Would customers be willing to use an alternative (chargeable) delivery concept for the last mile?
Tobias Hagen and
No 17, Working Paper Series from Frankfurt University of Applied Sciences, Faculty of Business and Law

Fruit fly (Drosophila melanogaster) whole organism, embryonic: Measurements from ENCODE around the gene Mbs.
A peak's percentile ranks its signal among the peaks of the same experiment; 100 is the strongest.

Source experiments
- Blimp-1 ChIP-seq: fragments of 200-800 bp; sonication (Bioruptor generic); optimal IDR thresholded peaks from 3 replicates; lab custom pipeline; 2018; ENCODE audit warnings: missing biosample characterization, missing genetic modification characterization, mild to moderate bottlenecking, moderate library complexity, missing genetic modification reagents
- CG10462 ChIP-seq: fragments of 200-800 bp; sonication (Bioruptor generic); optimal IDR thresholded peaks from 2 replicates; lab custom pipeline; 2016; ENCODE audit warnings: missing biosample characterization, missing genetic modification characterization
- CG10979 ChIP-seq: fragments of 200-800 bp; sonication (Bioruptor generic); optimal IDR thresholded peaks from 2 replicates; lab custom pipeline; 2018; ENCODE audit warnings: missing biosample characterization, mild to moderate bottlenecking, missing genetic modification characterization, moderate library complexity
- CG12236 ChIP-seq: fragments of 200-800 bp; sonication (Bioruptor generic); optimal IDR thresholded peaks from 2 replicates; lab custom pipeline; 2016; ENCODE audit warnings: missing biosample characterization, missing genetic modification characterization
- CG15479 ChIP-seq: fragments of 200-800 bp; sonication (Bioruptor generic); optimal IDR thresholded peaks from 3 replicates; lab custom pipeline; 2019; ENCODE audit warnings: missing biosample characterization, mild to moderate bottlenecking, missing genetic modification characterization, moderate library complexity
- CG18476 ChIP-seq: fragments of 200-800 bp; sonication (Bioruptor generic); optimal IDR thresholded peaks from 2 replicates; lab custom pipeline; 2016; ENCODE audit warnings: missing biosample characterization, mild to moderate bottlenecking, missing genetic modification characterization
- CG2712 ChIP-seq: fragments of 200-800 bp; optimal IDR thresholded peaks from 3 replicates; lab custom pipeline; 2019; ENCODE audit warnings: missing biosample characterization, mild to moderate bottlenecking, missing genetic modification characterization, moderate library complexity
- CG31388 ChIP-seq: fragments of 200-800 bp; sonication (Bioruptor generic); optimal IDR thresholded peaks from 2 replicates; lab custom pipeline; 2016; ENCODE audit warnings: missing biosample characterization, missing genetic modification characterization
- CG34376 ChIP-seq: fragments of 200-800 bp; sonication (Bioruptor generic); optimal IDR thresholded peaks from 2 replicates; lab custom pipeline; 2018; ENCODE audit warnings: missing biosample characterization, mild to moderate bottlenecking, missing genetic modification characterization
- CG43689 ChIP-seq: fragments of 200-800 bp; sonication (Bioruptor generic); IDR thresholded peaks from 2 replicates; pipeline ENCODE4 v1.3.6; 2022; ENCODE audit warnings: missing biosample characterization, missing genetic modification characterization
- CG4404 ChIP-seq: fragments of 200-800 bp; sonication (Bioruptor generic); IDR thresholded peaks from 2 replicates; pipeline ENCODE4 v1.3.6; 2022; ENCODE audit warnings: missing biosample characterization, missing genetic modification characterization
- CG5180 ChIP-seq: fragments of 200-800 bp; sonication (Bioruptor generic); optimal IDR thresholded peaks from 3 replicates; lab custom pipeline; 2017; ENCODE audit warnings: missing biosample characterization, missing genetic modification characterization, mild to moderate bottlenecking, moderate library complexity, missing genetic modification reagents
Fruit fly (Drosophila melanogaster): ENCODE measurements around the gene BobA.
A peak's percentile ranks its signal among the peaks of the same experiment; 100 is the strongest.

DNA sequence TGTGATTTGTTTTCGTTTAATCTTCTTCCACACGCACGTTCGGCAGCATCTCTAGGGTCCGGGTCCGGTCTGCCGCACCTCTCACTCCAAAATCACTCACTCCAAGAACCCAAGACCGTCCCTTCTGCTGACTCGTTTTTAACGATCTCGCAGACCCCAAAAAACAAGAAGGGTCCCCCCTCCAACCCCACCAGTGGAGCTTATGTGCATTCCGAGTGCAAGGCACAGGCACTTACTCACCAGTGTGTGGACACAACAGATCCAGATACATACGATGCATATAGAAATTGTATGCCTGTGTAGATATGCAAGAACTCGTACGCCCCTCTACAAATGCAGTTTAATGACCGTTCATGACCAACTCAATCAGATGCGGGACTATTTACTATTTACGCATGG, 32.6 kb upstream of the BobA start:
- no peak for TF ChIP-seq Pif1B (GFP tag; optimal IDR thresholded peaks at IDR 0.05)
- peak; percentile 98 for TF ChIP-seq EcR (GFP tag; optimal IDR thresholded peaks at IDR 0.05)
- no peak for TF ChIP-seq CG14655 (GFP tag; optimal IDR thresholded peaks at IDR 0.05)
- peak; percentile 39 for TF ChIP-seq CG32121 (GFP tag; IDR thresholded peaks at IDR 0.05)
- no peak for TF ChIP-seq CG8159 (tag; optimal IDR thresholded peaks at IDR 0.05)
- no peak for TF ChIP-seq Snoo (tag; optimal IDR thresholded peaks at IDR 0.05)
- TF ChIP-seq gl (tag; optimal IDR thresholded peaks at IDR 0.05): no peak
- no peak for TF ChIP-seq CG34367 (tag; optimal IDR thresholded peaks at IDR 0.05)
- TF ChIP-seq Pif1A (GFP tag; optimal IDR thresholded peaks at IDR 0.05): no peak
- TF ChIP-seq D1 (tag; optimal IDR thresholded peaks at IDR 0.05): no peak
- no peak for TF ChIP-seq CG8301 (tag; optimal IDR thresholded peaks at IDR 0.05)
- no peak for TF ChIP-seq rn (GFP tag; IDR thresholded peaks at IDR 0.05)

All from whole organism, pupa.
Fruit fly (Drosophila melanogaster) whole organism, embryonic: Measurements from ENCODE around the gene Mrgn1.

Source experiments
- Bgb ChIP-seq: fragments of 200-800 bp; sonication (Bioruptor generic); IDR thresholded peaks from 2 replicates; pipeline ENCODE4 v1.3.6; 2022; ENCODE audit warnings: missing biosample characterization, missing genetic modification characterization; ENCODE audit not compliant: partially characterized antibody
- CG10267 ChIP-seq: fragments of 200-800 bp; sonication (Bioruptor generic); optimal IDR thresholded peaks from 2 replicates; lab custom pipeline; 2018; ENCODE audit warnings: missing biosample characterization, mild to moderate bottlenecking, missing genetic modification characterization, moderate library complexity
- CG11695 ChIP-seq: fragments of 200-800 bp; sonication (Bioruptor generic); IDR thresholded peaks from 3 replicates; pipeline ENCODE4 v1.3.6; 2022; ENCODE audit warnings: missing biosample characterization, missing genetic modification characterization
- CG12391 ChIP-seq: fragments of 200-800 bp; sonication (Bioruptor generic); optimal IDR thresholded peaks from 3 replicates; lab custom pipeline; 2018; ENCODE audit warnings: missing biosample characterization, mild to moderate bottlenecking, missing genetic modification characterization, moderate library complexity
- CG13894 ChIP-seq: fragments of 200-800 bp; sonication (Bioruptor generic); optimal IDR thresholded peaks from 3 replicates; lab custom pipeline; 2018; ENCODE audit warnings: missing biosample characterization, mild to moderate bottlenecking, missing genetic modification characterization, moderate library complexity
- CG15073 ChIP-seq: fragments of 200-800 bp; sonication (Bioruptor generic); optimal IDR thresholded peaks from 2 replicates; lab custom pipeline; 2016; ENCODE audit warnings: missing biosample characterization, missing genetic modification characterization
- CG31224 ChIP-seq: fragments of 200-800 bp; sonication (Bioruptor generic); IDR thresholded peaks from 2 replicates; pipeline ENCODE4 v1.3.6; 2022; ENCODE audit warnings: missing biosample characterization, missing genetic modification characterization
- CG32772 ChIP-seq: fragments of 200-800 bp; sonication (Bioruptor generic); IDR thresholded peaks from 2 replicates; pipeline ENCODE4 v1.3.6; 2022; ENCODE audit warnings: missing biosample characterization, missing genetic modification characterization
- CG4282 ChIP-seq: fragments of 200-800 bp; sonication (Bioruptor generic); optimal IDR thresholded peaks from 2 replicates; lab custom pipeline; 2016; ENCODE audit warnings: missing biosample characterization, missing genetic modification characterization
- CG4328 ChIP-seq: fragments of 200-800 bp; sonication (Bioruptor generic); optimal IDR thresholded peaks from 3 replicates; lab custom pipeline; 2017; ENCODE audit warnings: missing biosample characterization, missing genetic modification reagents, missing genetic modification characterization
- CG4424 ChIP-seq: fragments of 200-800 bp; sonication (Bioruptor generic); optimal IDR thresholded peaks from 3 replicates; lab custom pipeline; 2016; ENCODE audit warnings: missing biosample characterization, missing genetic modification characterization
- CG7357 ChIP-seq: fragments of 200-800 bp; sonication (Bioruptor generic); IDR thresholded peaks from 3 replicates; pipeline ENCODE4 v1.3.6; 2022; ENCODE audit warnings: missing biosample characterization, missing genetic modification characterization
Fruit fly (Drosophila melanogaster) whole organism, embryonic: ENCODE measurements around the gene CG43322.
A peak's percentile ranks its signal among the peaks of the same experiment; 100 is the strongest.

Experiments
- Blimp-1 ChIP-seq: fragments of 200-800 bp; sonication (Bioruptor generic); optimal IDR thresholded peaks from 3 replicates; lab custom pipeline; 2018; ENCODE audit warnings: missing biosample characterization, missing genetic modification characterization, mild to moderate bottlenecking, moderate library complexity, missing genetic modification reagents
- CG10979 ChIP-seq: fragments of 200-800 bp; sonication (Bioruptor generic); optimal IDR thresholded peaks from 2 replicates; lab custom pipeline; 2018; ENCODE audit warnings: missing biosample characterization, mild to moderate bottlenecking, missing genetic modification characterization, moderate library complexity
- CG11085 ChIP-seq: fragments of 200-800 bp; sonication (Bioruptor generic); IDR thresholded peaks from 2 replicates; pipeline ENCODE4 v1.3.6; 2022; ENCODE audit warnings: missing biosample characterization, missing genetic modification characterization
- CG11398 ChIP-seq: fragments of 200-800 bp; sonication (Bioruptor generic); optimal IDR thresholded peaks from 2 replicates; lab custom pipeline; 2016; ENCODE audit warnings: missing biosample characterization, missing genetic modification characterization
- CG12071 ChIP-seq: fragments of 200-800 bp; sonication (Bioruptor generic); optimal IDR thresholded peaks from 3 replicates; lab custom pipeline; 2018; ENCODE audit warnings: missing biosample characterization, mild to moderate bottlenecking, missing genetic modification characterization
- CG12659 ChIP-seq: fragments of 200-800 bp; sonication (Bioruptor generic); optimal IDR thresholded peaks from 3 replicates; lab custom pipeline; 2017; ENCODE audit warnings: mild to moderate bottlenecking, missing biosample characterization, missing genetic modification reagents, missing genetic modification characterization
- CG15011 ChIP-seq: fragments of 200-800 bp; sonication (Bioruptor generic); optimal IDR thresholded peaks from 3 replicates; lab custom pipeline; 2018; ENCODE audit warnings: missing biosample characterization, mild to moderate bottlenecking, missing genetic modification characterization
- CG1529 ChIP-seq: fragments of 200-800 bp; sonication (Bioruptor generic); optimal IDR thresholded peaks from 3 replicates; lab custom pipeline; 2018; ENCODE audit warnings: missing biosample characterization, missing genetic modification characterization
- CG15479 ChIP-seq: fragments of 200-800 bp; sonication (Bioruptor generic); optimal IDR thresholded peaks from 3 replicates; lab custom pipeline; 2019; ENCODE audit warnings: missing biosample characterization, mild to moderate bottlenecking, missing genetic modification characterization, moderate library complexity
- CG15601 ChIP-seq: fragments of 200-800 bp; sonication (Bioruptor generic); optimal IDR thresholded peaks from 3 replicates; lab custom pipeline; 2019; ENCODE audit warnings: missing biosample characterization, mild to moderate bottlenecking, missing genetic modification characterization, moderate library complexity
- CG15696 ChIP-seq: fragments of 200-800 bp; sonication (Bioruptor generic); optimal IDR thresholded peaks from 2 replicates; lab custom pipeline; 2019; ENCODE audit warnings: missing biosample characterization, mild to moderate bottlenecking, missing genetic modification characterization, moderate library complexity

B2C e-commerce is still one of the fastest growing marketing channels in almost all product categories yielding to less bundled direct-to-consumer deliveries. Last mile deliveries cause costs and emissions especially in urban areas with a high density of e-customers. Therefore, stakeholders in the context of last mile parcel deliveries are interested in implementing efficient, innovative and ecological last mile concepts. Additionally, such concepts must fulfill the requirements and expectations of online customers as parcel recipients because last mile delivery is the critical link between an online purchase and the delivery to the address stated by the customer. In our customer-driven central last mile micro depot (CMD) project a potential analysis was carried out for the implementation of a CMD with the aim of environmentally-friendly and bundled last mile delivery. Our paper tries to close a research gap by examining acceptance and willingness-to-pay for an alternative last mile delivery concept from the perspective of the customer. Our empirical results based on a survey among German major city residents indicate that city residential areas are potentially more suitable for the realization of a CMD-project than other areas. Furthermore, younger and employed inhabitants are most willing to use the CMD. Based on our statistical model we are able to predict values for the willingness to pay per parcel for a specific population of urban inhabitants. A high proportion of the population in cities (60%) would be interested in participating. However, only 36% are willing to pay in addition to the usual parcel delivery charges. 26% are willing to pay €1.00 or more.
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